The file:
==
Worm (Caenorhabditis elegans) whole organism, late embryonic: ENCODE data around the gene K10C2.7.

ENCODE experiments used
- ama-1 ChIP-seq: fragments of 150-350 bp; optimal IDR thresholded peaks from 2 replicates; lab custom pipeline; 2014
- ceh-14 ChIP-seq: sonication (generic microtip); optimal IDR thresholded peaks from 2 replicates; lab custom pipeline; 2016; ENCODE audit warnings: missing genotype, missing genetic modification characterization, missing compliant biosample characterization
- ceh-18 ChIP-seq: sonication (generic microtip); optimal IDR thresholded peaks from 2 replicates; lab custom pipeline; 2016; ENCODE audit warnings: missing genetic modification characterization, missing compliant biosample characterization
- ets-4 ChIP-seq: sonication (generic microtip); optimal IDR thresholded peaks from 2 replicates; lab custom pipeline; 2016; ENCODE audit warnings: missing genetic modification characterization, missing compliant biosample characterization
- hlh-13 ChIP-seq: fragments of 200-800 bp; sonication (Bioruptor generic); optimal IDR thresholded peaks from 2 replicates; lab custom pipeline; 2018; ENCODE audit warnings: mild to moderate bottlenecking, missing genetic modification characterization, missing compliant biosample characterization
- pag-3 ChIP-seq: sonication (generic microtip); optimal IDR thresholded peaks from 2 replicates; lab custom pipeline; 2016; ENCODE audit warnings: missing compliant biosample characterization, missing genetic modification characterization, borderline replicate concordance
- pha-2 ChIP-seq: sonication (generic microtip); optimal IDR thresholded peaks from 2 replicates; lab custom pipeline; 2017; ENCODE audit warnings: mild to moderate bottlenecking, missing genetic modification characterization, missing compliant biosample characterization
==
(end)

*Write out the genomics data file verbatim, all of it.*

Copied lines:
Worm (Caenorhabditis elegans) whole organism, late embryonic: ENCODE data around the gene K10C2.7.

ENCODE experiments used
- ama-1 ChIP-seq: fragments of 150-350 bp; optimal IDR thresholded peaks from 2 replicates; lab custom pipeline; 2014
- ceh-14 ChIP-seq: sonication (generic microtip); optimal IDR thresholded peaks from 2 replicates; lab custom pipeline; 2016; ENCODE audit warnings: missing genotype, missing genetic modification characterization, missing compliant biosample characterization
- ceh-18 ChIP-seq: sonication (generic microtip); optimal IDR thresholded peaks from 2 replicates; lab custom pipeline; 2016; ENCODE audit warnings: missing genetic modification characterization, missing compliant biosample characterization
- ets-4 ChIP-seq: sonication (generic microtip); optimal IDR thresholded peaks from 2 replicates; lab custom pipeline; 2016; ENCODE audit warnings: missing genetic modification characterization, missing compliant biosample characterization
- hlh-13 ChIP-seq: fragments of 200-800 bp; sonication (Bioruptor generic); optimal IDR thresholded peaks from 2 replicates; lab custom pipeline; 2018; ENCODE audit warnings: mild to moderate bottlenecking, missing genetic modification characterization, missing compliant biosample characterization
- pag-3 ChIP-seq: sonication (generic microtip); optimal IDR thresholded peaks from 2 replicates; lab custom pipeline; 2016; ENCODE audit warnings: missing compliant biosample characterization, missing genetic modification characterization, borderline replicate concordance
- pha-2 ChIP-seq: sonication (generic microtip); optimal IDR thresholded peaks from 2 replicates; lab custom pipeline; 2017; ENCODE audit warnings: mild to moderate bottlenecking, missing genetic modification characterization, missing compliant biosample characterization